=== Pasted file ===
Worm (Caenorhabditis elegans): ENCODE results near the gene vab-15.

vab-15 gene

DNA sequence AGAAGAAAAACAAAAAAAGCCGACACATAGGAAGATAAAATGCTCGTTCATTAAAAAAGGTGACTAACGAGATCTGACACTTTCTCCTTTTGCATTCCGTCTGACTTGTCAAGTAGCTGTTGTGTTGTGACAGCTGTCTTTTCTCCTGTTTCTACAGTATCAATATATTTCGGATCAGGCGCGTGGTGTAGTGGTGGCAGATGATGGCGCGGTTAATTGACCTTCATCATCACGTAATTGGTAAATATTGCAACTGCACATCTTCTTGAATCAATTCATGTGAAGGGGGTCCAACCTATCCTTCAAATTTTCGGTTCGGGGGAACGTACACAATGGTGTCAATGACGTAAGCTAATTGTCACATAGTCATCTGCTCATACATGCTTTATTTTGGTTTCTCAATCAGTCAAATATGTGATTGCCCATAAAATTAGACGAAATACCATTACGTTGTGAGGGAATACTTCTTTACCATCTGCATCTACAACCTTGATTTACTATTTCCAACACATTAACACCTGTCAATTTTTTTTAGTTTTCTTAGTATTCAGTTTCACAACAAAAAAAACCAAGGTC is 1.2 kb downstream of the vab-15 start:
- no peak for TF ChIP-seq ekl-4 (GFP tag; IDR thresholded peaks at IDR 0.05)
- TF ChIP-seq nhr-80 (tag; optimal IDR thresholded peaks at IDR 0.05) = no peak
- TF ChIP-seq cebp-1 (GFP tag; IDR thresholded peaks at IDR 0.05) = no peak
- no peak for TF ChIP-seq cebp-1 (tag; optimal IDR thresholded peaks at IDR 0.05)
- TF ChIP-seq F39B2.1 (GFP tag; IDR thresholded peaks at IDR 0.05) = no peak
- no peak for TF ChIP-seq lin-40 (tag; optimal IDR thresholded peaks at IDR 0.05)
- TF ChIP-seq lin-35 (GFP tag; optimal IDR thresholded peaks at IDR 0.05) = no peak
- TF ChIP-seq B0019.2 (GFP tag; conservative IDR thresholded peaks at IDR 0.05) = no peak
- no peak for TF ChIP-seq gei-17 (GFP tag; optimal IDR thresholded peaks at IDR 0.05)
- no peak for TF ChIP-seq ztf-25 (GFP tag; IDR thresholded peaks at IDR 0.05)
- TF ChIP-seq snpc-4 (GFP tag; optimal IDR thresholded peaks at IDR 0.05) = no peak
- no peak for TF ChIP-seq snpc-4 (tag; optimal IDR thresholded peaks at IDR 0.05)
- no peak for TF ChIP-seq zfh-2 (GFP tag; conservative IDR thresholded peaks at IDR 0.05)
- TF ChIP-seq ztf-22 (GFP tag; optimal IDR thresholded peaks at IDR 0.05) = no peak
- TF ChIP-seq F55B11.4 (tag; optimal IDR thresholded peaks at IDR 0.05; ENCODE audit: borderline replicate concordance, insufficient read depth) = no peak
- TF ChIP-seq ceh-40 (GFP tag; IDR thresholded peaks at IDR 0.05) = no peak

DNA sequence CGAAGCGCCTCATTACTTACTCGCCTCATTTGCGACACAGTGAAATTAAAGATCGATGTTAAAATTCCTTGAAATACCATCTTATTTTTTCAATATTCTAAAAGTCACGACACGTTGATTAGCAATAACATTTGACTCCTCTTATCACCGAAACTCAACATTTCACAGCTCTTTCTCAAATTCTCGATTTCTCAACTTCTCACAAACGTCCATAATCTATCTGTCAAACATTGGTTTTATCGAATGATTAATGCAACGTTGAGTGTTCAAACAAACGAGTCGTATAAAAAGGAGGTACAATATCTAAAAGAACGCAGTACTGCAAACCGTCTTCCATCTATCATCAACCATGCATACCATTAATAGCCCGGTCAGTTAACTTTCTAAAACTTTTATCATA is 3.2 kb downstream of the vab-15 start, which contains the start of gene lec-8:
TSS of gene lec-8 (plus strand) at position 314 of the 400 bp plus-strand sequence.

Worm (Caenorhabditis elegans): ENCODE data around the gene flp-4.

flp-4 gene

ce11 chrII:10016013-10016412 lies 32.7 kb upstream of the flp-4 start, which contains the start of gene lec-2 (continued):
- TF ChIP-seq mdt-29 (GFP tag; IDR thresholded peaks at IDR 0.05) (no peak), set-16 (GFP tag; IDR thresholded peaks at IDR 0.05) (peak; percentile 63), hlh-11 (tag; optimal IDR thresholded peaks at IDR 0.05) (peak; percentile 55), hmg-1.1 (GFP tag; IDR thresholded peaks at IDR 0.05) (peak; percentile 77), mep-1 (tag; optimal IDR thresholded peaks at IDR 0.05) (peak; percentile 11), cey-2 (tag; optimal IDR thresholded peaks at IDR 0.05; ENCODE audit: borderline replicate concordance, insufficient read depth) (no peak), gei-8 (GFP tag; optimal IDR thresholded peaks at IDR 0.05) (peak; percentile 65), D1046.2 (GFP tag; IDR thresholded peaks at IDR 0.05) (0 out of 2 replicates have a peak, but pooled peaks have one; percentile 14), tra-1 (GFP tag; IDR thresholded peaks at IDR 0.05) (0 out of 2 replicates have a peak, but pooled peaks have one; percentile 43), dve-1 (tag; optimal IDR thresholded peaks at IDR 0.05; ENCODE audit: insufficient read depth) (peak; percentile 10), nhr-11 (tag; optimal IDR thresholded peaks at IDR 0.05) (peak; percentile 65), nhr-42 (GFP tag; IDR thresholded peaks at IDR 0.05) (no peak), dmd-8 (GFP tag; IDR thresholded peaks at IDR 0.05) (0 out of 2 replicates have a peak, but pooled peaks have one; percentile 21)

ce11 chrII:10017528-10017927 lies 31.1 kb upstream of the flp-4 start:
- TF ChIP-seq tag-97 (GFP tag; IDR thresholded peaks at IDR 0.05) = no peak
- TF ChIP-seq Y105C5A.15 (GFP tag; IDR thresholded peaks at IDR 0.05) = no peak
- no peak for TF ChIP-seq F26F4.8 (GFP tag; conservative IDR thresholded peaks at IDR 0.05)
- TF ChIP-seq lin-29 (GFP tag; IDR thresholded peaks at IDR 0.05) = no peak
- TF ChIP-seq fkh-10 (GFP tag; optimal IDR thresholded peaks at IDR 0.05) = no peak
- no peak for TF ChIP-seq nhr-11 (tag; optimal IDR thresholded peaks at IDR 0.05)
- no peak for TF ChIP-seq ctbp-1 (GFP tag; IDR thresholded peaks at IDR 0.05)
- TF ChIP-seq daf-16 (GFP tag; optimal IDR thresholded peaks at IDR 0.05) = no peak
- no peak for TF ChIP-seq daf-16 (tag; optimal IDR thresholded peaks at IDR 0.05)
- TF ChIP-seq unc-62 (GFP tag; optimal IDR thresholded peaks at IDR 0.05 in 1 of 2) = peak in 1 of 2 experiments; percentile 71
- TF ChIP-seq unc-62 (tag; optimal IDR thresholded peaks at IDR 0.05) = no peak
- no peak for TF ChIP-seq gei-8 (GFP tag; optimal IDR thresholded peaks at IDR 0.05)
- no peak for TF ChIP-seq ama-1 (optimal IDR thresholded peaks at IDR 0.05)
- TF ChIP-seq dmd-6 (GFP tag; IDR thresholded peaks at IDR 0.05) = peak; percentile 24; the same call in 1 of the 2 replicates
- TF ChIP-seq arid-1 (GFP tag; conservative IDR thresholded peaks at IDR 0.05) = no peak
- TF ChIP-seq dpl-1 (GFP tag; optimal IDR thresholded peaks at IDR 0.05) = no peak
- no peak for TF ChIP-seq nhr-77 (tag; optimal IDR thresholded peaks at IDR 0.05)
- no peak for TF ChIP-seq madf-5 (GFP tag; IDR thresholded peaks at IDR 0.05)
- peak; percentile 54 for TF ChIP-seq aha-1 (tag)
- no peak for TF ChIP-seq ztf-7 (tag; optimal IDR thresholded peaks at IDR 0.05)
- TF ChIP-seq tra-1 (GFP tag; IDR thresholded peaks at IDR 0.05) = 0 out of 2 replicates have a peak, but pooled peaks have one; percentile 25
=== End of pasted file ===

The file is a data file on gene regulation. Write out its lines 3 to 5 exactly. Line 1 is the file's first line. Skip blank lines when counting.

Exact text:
DNA sequence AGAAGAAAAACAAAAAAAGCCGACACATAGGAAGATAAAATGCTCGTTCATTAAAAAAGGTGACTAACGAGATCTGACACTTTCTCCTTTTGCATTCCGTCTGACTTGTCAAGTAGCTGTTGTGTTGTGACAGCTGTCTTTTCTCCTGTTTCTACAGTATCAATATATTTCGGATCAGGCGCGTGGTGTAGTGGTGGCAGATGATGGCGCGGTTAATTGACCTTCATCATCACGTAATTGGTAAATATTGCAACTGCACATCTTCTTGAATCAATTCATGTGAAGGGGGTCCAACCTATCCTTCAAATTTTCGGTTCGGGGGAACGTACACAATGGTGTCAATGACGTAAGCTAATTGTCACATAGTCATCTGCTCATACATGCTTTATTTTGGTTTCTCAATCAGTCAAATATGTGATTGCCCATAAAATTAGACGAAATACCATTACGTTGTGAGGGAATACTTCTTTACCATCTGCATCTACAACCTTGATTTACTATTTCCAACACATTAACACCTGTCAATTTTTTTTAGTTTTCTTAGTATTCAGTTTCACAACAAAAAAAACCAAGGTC is 1.2 kb downstream of the vab-15 start:
- no peak for TF ChIP-seq ekl-4 (GFP tag; IDR thresholded peaks at IDR 0.05)
- TF ChIP-seq nhr-80 (tag; optimal IDR thresholded peaks at IDR 0.05) = no peak